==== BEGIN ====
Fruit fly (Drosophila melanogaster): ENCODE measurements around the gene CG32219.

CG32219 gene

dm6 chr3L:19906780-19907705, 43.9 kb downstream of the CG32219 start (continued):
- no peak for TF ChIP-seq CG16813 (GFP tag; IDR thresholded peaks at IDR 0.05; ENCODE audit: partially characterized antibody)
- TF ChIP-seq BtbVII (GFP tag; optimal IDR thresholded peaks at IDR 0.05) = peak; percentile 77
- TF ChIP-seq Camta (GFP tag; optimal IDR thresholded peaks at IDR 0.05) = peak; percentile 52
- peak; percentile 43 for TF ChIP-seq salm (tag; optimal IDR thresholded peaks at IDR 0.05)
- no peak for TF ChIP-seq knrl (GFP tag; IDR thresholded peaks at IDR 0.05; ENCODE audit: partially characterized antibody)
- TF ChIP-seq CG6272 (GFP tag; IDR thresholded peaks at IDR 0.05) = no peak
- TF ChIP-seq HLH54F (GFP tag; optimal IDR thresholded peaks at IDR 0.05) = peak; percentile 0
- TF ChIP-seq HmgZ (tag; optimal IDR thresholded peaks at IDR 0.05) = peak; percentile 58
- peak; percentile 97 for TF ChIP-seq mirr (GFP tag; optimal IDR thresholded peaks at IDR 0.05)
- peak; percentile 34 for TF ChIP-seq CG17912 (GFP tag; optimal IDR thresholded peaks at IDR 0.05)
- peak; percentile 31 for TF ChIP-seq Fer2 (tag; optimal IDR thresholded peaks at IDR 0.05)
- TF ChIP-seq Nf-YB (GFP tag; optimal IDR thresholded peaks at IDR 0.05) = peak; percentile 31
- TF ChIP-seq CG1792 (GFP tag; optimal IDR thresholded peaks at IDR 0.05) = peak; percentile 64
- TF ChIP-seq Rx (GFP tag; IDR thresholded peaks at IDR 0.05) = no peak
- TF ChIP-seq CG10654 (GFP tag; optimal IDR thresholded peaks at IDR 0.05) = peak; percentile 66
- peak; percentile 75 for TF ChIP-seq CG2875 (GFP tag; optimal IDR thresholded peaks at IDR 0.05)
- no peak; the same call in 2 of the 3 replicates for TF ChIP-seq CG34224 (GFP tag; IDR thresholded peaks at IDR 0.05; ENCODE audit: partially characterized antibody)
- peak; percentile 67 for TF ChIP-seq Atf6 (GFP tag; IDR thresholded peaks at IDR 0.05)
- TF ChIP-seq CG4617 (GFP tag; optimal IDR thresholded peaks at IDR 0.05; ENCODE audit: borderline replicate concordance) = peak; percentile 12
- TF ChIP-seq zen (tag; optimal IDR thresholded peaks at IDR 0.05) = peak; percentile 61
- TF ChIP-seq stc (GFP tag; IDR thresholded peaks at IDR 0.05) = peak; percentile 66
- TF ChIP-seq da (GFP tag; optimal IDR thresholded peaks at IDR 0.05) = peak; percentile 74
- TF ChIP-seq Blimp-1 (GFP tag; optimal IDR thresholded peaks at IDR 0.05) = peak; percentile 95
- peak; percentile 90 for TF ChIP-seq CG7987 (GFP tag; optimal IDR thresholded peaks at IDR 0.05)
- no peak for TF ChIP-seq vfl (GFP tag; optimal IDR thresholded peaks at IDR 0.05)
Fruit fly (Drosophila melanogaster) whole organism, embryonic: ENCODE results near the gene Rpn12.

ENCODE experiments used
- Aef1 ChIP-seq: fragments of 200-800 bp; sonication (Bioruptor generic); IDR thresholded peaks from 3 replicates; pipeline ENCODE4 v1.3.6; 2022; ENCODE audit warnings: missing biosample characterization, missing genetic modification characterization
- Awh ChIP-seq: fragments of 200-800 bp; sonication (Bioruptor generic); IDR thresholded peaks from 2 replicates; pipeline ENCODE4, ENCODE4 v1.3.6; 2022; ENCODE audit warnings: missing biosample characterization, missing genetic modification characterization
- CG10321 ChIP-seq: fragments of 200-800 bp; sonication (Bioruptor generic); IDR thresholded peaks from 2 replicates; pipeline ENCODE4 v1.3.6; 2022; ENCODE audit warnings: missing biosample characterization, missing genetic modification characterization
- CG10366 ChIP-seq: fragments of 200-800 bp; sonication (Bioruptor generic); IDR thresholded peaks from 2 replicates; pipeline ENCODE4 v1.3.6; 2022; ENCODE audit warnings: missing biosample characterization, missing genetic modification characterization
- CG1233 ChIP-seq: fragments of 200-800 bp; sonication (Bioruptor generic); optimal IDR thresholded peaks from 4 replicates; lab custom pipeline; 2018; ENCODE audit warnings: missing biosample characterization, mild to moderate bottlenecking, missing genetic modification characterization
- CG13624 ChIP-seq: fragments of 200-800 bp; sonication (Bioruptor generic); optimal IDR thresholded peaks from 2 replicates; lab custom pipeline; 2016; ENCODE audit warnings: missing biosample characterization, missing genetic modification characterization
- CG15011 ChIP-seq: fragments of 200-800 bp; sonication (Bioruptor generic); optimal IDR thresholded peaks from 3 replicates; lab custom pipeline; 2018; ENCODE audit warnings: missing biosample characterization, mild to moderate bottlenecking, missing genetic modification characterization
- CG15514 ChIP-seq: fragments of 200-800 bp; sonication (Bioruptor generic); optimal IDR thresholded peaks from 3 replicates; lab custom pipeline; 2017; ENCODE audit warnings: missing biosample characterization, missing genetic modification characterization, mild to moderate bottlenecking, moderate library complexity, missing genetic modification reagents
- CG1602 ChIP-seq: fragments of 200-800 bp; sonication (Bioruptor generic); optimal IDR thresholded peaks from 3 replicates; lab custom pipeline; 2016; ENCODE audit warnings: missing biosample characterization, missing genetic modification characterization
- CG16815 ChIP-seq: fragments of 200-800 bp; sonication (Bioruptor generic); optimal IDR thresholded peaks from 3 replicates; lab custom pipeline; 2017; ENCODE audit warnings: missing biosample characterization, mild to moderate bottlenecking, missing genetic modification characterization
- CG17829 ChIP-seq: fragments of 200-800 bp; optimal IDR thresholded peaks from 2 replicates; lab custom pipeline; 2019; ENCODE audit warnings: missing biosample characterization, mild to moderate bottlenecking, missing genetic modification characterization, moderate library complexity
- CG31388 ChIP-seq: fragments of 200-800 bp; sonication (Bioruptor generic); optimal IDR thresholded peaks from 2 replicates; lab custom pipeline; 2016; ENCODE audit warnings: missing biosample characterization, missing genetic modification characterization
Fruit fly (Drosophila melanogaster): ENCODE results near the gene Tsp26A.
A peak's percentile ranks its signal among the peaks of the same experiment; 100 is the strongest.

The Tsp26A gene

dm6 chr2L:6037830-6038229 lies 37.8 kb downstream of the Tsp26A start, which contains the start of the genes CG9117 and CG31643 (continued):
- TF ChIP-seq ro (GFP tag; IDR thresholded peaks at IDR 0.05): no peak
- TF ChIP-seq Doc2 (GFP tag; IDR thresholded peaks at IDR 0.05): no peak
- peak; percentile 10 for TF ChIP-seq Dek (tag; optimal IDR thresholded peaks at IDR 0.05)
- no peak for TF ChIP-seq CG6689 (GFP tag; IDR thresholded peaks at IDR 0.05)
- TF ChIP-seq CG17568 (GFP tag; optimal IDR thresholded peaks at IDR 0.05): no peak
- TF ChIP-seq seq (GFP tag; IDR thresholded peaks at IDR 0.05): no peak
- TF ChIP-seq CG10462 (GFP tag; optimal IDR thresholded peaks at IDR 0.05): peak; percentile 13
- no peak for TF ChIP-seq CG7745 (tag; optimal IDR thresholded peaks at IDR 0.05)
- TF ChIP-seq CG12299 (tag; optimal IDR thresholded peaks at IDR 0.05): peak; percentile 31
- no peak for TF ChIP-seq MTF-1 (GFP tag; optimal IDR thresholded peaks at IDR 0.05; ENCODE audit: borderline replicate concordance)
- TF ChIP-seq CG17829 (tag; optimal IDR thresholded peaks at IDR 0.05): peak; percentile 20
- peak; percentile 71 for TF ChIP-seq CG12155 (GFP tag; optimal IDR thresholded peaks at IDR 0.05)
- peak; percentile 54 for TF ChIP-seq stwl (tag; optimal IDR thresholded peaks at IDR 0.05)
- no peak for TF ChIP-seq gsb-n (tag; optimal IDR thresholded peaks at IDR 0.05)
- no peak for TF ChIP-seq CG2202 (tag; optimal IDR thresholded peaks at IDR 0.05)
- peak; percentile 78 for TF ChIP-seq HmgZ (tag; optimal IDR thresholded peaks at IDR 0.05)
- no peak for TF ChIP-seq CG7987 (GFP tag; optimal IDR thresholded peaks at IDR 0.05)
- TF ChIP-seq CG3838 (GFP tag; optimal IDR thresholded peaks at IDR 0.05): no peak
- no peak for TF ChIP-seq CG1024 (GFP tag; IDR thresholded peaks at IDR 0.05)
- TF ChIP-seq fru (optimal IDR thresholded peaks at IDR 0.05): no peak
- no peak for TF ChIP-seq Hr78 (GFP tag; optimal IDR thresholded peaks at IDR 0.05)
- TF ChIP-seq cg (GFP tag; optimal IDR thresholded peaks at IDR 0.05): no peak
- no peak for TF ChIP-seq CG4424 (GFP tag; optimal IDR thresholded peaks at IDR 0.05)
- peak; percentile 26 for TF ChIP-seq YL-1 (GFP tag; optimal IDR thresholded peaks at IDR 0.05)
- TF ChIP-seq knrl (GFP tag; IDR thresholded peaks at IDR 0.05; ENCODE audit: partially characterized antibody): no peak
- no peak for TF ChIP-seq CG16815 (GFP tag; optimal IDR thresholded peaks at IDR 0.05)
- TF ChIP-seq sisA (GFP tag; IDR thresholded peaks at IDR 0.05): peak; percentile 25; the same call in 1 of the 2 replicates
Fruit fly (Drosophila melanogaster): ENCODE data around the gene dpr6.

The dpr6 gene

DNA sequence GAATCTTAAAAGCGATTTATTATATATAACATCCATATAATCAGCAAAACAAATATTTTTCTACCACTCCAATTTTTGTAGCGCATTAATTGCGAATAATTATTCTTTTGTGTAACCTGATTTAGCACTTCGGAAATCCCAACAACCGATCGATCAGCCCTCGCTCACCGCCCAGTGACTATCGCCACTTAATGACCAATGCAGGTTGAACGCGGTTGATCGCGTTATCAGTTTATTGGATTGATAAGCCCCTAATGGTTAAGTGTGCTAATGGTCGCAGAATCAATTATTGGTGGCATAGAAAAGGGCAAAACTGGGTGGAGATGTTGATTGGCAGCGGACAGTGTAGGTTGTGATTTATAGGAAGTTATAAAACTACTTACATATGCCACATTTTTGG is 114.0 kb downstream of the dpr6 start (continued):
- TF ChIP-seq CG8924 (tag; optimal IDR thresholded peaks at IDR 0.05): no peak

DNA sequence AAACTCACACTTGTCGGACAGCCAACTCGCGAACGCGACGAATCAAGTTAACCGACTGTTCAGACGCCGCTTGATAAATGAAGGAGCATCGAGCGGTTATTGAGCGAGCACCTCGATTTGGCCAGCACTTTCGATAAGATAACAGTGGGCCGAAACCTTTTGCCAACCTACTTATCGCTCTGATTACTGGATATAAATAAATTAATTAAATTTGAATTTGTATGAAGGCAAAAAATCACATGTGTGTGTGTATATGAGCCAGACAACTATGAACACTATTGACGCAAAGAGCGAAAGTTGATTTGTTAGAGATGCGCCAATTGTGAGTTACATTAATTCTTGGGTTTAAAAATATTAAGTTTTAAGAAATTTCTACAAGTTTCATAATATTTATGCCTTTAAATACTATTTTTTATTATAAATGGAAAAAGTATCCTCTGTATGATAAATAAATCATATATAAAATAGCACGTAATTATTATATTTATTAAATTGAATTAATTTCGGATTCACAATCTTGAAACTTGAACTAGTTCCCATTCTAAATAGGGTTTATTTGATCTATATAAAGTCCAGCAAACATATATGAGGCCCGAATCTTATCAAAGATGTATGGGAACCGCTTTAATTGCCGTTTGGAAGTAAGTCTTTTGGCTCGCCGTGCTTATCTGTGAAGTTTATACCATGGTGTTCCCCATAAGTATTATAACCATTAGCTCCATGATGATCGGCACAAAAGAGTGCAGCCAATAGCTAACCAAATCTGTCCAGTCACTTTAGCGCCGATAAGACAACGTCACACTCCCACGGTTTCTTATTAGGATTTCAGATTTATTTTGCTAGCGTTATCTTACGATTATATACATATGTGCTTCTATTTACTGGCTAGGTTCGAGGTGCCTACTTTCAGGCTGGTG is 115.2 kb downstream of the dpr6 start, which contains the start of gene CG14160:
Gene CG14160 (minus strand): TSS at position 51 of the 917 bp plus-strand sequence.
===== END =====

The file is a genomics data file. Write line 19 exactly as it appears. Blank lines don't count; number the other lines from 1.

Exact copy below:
- peak; percentile 75 for TF ChIP-seq CG2875 (GFP tag; optimal IDR thresholded peaks at IDR 0.05)